European Council President Donald Tusk warned politicians in the bloc and the U.K. not to give up on efforts to break the Brexit deadlock, even though they’re all tired of the protracted divorce.
“On both sides of the Channel, everyone, including myself, is exhausted by Brexit,” Tusk told the European Parliament in Strasbourg, France. “However, this is not an excuse to say ‘let’s get it over with.”’
The EU last week gave Prime Minister Theresa May an extra seven months—until Oct. 31—to persuade the U.K. Parliament to pass the Brexit deal that the two sides struck in November. British lawmakers have rejected the agreement three times, and May has now started talks with the opposition Labour Party to try to break the impasse.
After holding a referendum on membership in June 2016 and haggling with the EU over terms of exit for two years, the U.K. was supposed to leave the bloc on March 29. After a short extension until April 12, leaders—with the notable exception of French President Emmanuel Macron—said at a summit last week they wanted to give a long delay to prevent Brexit cluttering up the rest of the EU’s work and to give the U.K. space to work out what it wants.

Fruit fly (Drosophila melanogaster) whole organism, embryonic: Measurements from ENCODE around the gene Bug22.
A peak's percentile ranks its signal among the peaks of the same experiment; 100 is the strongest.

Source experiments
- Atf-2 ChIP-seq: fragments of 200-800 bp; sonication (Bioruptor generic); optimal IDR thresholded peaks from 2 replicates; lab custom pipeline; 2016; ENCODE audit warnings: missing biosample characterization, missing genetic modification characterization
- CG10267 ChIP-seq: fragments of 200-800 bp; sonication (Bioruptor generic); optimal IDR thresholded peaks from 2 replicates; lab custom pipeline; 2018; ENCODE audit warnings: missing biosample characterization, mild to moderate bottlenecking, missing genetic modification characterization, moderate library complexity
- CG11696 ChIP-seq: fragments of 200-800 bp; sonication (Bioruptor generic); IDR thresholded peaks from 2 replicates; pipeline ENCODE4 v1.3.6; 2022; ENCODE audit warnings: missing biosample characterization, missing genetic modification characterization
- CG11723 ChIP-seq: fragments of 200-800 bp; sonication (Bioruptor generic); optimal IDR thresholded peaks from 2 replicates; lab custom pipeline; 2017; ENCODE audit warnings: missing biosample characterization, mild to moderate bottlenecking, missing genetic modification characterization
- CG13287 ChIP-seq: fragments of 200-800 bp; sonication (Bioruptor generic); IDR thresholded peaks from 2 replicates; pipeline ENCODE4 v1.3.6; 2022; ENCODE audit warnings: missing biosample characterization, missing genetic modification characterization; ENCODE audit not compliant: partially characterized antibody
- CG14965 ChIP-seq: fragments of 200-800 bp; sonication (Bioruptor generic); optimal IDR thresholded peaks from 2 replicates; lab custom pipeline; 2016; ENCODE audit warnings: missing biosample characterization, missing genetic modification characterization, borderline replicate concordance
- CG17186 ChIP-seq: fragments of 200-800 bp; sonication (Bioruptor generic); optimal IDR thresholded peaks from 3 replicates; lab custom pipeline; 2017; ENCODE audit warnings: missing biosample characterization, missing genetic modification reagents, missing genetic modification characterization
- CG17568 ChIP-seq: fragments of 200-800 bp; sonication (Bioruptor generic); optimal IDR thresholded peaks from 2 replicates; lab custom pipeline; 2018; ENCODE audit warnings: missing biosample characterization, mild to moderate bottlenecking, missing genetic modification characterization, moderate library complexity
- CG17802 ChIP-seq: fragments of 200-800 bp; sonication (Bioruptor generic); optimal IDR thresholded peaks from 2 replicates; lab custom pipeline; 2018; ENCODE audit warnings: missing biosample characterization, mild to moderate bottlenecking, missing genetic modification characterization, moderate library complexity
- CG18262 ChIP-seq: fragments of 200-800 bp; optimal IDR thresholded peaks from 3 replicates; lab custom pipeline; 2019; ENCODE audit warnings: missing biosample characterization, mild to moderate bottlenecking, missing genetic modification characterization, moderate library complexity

The major sticking point in the Brexit deal is the so-called backstop, which aims to prevent a hard border on the island of Ireland by keeping the U.K. in a customs union with the EU until a better solution is found. It’s become central to the debate in Britain over how close to stay to the EU.
The U.K. could still withdraw at any time if the deal is passed before October, but if the divorce isn’t ratified before May 23, it will have to hold elections to the European Parliament—a symbolic reminder that Brexit is yet to happen.
Britain could still leave the EU without a deal, causing economic uncertainty, or even reverse the Brexit process and decide to remain in the bloc, Tusk said.
“The answer to the question to which path the U.K. will take will have to come from London, and the earlier the better,” European Commission President Jean-Claude Juncker told the same debate in the European parliament.
But he also hinted that when EU leaders convene in October, they might still be open to delaying Brexit again if the deal hasn’t been approved.
“We will never kick out one of our members,” he said.
His comments come after German Foreign Minister Heiko Maas told the Financial Times there can be no further extension beyond October, and that any request then would “send a signal that they plan to stay in the EU after all.”
Guy Verhofstadt, the European parliament’s point person on Brexit, said in the debate that the prolongation of the withdrawal deadline to Oct. 31 risks solving nothing, while putting “at risk” the unity of the remaining 27 EU partners.
“It’s in fact too near for a substantial rethink of Brexit and, at the same time, too far away to prompt any action,” Verhofstadt told the assembly. “I fear most of all that it will import the Brexit mess into the European Union.”